What better way to kick off my new website than to write about it on my blog? To see it, you just need to click on the word “home” in the space above. Or you can click the link: geologypics.com.
Here’s part of the front page:
As it says, the site offers free downloads for instructors –and for anybody who’s craving a good geology photograph. It’s my way of contributing to geology education –showing off some of our landscape’s amazing stories and providing resources for other folks who want to do the same.
I think the best part of the whole site is that red button in the middle of the home page. It says “Image Search by Keyword”.
Right now, there are more than 2200 images you can search for — all of which are downloadable at resolutions that generally work for powerpoint. If you search for “sea stack” for example, you’ll get 38 hits –and the page will look like this:
First page of sea stacks when you search on the term.
Notice that ALL the photos are presented as squares–which works for most photos, but not all. To help mitigate that, the photos with vertical or panorama formats say so in their title, so you know to click on them to see the whole image. Take the photo in the upper center, for example –it’s got a vertical format. Here it is:
A more detailed caption below the photo, along with its ID number appears at the bottom of the pic. This particular image is the chapter opener to the Coast Range in my new book “Roadside Geology of Washington“, which I wrote with Darrel Cowan of University of Washington.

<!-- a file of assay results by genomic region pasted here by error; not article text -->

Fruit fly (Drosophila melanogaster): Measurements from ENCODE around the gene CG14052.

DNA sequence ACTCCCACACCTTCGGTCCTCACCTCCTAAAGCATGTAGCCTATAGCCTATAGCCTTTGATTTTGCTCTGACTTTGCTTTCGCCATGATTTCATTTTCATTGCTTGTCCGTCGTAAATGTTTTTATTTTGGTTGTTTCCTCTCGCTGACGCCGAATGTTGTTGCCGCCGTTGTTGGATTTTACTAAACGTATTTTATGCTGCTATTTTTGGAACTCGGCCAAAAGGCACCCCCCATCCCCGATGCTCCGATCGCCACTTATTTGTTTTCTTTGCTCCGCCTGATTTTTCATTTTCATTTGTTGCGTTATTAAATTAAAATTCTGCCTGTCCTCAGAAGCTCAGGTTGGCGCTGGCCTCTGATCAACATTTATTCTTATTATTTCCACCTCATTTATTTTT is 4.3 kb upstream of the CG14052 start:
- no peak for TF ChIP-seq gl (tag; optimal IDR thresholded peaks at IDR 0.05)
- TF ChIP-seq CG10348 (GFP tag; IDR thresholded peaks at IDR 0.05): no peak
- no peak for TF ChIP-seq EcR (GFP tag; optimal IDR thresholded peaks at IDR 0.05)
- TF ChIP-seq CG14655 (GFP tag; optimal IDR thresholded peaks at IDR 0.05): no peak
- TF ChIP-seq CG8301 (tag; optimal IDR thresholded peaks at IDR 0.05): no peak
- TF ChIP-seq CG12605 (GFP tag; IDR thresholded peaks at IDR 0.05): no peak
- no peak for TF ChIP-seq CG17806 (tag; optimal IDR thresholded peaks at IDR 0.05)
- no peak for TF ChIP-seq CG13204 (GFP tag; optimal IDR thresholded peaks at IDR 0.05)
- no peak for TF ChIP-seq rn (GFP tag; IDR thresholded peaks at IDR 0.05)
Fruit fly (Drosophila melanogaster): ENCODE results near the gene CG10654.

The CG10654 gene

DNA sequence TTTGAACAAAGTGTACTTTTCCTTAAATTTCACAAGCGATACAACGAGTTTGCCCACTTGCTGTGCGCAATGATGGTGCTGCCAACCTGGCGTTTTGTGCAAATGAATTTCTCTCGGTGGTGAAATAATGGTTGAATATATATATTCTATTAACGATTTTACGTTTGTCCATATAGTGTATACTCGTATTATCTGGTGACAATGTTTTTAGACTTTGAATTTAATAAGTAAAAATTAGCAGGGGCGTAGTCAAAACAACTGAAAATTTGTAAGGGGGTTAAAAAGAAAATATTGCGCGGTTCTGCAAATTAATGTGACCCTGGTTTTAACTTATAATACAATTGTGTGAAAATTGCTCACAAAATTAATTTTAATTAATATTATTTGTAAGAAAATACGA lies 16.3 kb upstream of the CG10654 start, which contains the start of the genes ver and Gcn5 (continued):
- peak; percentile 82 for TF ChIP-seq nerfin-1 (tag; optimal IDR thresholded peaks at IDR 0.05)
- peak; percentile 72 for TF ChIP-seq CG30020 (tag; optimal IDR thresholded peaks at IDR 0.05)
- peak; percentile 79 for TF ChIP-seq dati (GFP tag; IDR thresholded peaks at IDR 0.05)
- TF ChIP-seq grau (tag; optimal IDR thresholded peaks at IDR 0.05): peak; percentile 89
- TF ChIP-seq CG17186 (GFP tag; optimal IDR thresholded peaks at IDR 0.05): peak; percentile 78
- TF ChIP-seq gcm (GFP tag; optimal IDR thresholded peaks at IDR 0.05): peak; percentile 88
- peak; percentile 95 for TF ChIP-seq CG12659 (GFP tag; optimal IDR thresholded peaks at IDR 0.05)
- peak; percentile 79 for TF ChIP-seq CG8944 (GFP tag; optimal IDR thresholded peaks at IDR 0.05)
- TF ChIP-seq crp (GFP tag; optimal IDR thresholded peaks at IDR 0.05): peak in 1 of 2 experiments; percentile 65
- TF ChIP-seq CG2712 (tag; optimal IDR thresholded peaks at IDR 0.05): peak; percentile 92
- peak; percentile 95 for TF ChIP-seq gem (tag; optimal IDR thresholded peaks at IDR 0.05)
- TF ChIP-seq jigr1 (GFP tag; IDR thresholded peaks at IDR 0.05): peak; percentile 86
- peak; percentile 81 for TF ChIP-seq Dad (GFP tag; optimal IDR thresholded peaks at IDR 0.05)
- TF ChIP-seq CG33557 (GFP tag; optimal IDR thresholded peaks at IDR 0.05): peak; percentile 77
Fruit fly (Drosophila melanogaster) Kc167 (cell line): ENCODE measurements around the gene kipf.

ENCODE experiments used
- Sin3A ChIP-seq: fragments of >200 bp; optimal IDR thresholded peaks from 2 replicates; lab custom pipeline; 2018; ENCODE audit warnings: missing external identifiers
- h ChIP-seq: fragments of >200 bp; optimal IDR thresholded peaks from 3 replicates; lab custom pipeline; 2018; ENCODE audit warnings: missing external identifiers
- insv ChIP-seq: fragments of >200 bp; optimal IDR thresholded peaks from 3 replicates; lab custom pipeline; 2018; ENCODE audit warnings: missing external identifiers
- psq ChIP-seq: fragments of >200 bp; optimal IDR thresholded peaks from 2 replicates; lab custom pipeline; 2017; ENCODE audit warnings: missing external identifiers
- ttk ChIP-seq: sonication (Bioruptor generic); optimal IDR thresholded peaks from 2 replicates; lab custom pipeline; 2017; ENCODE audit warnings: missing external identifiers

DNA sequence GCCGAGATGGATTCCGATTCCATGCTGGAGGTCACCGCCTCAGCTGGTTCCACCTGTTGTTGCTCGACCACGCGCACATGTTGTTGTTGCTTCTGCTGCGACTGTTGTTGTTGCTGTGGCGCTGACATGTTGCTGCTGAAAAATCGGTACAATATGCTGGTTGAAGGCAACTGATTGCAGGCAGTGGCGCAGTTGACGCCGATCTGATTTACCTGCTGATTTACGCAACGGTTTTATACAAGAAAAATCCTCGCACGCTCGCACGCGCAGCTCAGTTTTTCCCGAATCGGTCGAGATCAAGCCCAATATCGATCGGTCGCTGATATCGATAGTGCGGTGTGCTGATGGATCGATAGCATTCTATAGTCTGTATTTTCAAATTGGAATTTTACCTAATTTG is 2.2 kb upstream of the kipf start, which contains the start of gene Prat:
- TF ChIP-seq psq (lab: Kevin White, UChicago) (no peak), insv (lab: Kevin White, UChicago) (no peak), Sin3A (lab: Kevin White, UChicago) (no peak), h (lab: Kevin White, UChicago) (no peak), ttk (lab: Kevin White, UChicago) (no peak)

There are also galleries –a chance to browse a variety of images without having to think of keywords. Similar to the search, they’re presented as squares so you need to click on the photo to see the whole thing.
Here’s what the photo gallery page looks like (on the left), followed by part of the “glaciation” page you’d see if you clicked on “glaciation”. Woohoo!
part of Galleries page (left) and part of Glacial page (right)
Then there’s the “About” page, which gives some information about me and details my policies regarding use of the images (basically, you can download freely for your personal, non-commercial use if you give me credit; if you want to use the image in a commercial publication you need to contact me to negotiate fees). There’s also a “News” page, that gives updates on the website. There’s a contact page from which you can send me emails. And the blog? It goes right back to here!
And finally, if you’re looking for a great web designer? Try Kathleen Istudor at Wildwood SEO –she created the site and spent hours coaching me on how to manage it.
Enjoy the site!
Posted in aerial geology
, aerial photography
, climate change
, Coastal uplift
, geologic hazards
, Geologic Time
, Geology, Geologic Time
, national parks
and tagged Earth Science
, free geology photos
, geological photography
, geology photos
, geology teaching resource
, teaching resource